Inflation continues to drive up sales tax revenue in northwest Arkansas’ four largest cities, which reported a 16.75% increase from a year earlier in their August data. Combined revenues reported in August totaled $9.216 million, a monthly record for the region in August.
In the year-to-date through August report, the four cities reported total revenue of $77.664 million, up 30.6% from the same period a year ago.
Bentonville, Fayetteville, Springdale and Rogers reported double-digit increases over the same month last year. The August revenue comes from 1% of the local sales tax each city collects on goods and services in June. The U.S. Commerce Department reported that consumer prices rose 9.1% in June, the largest increase in 40 years. The following month the CPI improved to an 8.5% gain over the previous year.
Marvin Jebraz, director of the Center for Business and Economic Research at the University of Arkansas, said inflation is part of revenue growth, but continued population growth and pent-up demand from consumers spending accumulated savings during the pandemic. .
Fayetteville reported revenue of $2.529 million for the month, up 18.15%. The city has added more than $19.473 million to its fund so far in 2022, a 10.7% year-over-year increase. Devin Howland, director of economic development in Fayetteville, recently said the city’s growth is expected to reach 151,000 people in 2045. Fayetteville’s population is also bolstered by the student population of the University of Arkansas which has seen a 5.4% increase in student numbers. Admission last year.
Bentonville reported August revenue of $2.184 million, up 17.6% from the same month last year. For the first eight months of reports, Bentonville collected sales tax revenue of $15.87 million, up 13.68% year over year. Bentonville Mayor Stephanie Orman told Talk Business & Politics that the city is on track to meet budgeted revenue for the year.
“Our sales tax amount, which only makes up about 50% of our revenue, is currently exceeding budgeted revenue at this point in the year,” Orman said. “We have been fortunate in Bentonville with long-term steady growth in key areas of population, employment and growth. The question we now face is how long this momentum of growth in these three key economic areas will last. Each city has its own unique opportunities and challenges, and work for one What works may not work for another.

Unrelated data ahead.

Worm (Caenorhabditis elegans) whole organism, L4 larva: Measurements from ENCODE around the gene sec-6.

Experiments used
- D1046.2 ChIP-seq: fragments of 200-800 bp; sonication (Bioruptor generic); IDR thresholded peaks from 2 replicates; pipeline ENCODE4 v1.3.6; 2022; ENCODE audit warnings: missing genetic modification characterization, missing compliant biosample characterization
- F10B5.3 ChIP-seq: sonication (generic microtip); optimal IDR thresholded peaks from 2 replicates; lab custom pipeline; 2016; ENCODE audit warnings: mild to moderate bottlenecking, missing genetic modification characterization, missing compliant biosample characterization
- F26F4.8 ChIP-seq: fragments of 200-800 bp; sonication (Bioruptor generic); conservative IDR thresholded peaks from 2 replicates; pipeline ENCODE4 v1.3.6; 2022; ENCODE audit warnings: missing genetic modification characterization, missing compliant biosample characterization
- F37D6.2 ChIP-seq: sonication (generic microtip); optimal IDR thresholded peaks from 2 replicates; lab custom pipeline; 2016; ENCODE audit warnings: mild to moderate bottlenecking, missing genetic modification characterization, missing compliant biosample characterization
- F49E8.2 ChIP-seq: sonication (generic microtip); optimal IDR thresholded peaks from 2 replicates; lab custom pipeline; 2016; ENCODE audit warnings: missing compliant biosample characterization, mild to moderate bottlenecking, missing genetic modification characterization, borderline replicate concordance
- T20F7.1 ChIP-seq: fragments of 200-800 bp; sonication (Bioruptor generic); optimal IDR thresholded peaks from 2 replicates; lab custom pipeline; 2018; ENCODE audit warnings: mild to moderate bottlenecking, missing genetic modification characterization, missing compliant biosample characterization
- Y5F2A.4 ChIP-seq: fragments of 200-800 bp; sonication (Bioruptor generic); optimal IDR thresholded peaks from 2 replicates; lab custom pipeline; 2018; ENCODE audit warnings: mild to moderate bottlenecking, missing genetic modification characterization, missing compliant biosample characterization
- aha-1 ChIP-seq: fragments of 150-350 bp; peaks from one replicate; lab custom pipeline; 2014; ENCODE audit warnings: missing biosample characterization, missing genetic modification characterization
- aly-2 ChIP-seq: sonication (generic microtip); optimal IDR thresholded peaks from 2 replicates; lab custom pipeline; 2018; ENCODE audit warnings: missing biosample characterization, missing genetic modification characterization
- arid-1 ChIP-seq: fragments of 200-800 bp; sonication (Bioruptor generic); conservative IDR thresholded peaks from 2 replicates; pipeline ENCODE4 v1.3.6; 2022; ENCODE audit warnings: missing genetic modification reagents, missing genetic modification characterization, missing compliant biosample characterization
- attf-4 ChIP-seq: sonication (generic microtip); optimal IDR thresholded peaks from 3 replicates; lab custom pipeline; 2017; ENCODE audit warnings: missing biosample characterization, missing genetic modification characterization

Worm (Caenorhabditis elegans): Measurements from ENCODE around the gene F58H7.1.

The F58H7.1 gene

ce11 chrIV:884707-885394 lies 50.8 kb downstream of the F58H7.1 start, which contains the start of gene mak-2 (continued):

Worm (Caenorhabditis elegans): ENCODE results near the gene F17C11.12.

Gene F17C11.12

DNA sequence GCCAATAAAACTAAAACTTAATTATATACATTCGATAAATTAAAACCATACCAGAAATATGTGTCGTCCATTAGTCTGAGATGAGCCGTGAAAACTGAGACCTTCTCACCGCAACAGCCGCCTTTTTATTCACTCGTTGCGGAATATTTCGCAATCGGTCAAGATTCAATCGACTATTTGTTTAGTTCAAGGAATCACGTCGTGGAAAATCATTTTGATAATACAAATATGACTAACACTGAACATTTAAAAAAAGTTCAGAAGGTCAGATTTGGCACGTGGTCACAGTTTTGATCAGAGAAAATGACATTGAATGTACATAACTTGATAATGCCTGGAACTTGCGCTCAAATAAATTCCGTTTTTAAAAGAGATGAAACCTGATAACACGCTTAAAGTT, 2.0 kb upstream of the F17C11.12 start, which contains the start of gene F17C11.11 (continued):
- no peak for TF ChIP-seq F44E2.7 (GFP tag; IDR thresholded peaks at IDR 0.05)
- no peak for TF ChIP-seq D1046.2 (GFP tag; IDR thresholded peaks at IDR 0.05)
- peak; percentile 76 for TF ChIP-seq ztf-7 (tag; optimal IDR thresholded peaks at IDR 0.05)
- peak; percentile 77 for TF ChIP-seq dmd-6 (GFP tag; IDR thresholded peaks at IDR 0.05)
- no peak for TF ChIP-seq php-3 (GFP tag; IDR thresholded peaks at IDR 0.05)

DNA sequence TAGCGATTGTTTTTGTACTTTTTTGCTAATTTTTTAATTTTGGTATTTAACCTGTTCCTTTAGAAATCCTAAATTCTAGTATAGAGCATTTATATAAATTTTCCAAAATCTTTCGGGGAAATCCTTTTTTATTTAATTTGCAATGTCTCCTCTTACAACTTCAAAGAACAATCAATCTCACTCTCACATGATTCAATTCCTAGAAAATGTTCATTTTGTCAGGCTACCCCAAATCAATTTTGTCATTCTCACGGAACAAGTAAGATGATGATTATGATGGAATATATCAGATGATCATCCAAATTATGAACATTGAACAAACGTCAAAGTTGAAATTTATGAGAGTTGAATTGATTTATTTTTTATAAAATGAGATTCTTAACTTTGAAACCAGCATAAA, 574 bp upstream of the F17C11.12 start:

Orman also said economic growth presents challenges to city management.
“Our first concern now is the pace of inflation and its impact on capital infrastructure projects and the services we provide. A combination of workforce shortages, supply chain challenges and unprecedented inflation are driving up the cost of providing city services to a growing population,” Orman said.
Springdale saw a whopping 17.15% in reported revenue in August to around $2.042 million. Mayor Doug Sprouse said the city’s finances are in good shape thanks to stronger-than-expected revenue and lower expenses due to more open space. He said it’s a struggle for the city to keep wages high enough to offset record inflation.
“We’re now putting together next year’s budget, and we have a conservative outlook given the recession most economists predict in 2023. We’ll probably budget for a sales tax revenue gain of between 6% and 8%, which we should be able to accomplish even in a slowdown,” Patti said. / said the wife.
Through the August report, Springdale’s sales tax revenue totaled nearly $14.849 million, up 19.34% from a year ago. The city budgeted less than half of that benefit.
Rogers is also on track for another record year of sales tax revenue, posting a gain of 14.29% in the August report with revenue of approximately $2.461 million. In the first eight months of this year, Rogers’ sales tax revenue totaled $15.870 million, up 13.68% from a year ago.
Mayor Greg Hines said the city has strong reserves left over from the pandemic years when the city cut back on spending. Hines said that when it comes to next year’s budget, city officials will try and make sure worker wages offset some of the cost-of-living increase. The city raised the cost of living for all city workers earlier this year. He said that apart from salary increase, the budget expenditure will be very less.
“We hear a recovery is coming, and it’s necessary, but we don’t know when or how long it might last. We’re in a recessionary climate at the moment. We’ll never spend all of our budget revenue, but we’ll need our workforce and resources to keep up with population growth. We will spend the appropriate amount on other necessary improvements,” Hines said.
He said that despite the environment of high interest rates, the city has not slowed down in its big development plans. He said the city’s entertainment venues are busy with consumers attending shows at the Walmart AMP and downtown’s new Railyard venue.
“I wouldn’t say we’re recession proof, but coming out of a two-year pandemic and even though it’s expensive to do so, there’s still huge pent-up demand from consumers,” Hines said.
Jebraj expressed confidence that the economy will slow down next year, but said the sector is very resilient to inflationary pressures seen this summer.
“If there is a slowdown, it is expected to be short and somewhat shallow, but some of that will depend on how moderate fuel prices are in the coming months,” he said.